Objectives: Conflicting evidence indicates an increased risk for cardiovascular disease in postmenopausal women suffering from hot flushes. In this study, we tested whether, beyond hot flushes, menopausal symptoms are associated with biochemical and biophysical risk factors for cardiovascular disease.
Methods: Retrospective cross-sectional analysis on 951 women in surgical or physiological postmenopause, recruited at the menopause outpatient service of our university hospital between April 2002 and December 2009. The Greene Climacteric Scale and its subscales for anxiety, depression, somatic symptoms, vasomotor symptoms and sexuality were used to evaluate menopausal complaints. Blood pressure, fasting glucose and lipids levels were evaluated as risk factors for cardiovascular disease. Anthropometric parameters and those derived by remote and reproductive medical history were used as possible confounders. All data were anonymously retrieved from an electronic database.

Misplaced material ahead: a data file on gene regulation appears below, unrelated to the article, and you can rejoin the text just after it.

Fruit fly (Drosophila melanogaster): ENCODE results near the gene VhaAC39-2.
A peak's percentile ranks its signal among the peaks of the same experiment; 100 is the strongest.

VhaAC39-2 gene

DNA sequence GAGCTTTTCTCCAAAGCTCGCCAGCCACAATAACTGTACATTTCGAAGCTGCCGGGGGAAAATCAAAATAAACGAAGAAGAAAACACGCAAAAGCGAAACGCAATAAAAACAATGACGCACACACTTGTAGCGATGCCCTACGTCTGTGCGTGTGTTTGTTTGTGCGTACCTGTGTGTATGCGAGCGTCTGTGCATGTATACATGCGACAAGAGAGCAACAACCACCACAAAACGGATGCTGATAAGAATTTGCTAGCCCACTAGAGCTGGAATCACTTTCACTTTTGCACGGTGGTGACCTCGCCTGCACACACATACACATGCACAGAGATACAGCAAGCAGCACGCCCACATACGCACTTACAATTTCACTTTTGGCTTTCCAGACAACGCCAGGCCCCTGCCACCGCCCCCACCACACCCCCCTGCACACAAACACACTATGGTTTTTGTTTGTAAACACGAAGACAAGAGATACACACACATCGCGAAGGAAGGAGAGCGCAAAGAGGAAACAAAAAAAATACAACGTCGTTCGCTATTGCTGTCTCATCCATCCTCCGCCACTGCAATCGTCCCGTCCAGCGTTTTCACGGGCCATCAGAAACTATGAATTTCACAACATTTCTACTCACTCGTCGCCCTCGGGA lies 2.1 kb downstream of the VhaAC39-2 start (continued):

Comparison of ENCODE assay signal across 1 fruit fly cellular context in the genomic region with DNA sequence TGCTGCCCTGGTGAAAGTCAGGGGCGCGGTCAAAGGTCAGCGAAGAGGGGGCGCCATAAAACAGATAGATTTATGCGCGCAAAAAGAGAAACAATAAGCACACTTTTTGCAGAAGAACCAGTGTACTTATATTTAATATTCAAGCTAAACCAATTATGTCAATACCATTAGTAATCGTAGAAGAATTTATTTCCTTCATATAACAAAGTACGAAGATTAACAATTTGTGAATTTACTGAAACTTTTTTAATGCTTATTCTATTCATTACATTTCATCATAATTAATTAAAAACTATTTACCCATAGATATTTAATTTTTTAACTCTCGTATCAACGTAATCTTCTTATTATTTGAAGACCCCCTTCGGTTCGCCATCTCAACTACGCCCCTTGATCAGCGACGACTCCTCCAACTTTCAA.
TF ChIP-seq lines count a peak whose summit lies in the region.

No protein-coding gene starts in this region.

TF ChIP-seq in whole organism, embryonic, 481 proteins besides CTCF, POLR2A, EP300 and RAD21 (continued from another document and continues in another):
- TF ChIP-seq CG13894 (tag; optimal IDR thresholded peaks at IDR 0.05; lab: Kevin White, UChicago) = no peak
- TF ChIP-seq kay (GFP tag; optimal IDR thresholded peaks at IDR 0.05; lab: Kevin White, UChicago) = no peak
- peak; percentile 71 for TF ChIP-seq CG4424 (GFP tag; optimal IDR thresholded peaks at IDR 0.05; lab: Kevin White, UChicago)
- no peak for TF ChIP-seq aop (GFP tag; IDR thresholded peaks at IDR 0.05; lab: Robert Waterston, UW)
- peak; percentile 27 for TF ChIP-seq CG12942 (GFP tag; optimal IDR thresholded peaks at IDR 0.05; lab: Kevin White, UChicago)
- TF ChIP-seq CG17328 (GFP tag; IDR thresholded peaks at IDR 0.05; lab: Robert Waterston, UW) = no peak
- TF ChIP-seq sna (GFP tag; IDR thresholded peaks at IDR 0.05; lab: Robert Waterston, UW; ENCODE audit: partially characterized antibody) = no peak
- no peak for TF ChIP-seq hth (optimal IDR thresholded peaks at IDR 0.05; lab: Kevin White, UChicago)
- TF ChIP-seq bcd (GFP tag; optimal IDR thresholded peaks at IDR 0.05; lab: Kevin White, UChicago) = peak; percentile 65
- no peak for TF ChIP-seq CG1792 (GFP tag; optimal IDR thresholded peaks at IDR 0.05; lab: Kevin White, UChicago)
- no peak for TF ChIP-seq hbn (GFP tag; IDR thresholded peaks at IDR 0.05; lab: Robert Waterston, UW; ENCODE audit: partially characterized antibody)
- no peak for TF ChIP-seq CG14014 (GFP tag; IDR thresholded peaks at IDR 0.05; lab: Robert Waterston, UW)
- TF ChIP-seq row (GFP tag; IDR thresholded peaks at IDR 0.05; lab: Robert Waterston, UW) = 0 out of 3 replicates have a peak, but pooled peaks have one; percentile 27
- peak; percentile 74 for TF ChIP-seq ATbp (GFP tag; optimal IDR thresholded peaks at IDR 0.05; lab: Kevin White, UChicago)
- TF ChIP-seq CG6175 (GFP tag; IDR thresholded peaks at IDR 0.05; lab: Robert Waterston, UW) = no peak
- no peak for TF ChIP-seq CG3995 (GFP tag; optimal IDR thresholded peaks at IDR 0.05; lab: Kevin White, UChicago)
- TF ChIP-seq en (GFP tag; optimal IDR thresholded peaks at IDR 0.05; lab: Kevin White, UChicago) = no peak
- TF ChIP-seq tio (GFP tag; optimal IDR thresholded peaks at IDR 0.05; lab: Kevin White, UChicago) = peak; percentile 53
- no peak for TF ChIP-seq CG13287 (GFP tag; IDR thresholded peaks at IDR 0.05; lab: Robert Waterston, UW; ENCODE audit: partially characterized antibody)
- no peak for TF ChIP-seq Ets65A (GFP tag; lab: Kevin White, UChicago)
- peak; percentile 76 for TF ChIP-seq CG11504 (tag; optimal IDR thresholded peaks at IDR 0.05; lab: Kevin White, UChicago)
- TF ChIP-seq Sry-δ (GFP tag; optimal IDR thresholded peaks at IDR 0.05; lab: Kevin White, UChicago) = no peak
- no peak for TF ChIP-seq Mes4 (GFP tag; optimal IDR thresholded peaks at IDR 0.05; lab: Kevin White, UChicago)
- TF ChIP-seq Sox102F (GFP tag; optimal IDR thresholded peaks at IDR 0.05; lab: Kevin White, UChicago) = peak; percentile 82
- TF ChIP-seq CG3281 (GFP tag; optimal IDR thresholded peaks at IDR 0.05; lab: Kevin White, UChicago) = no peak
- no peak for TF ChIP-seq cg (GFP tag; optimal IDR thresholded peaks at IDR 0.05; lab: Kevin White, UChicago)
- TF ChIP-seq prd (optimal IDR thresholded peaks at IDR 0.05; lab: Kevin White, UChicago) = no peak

Results: By multiple regression analysis, high density lipoprotein (HDL) cholesterol was inversely related to body mass index, the Greene Climacteric Scale score and years since menopause (R = 0.390; p = 0.0001). The total cholesterol/HDL cholesterol ratio was positively related to waist circumference and the Greene Climacteric Scale score (R = 0.356; p = 0.0001). Triglycerides (R = 0.353; p = 0.0001) and triglyceride/HDL cholesterol (R = 0.425; p = 0.0001) were positively related to waist circumference, the Greene Climacteric Scale score and the Greene vasomotor subscore. Glucose was positively related to waist circumference, years since menopause and the Greene Climacteric Scale score (R = 0.390; p = 0.0001). Blood pressure was not related to menopausal symptoms. The 10-year risk for cardiovascular disease calculated by the Framingham formula was related independently and directly to body mass index and the Greene Climacteric Scale score (R = 0.183; p = 0.0001).
Conclusions: Menopausal symptoms evaluated by a validated climacteric scale are associated with a worsening of biochemical risk factors for atherosclerosis and cardiovascular disease.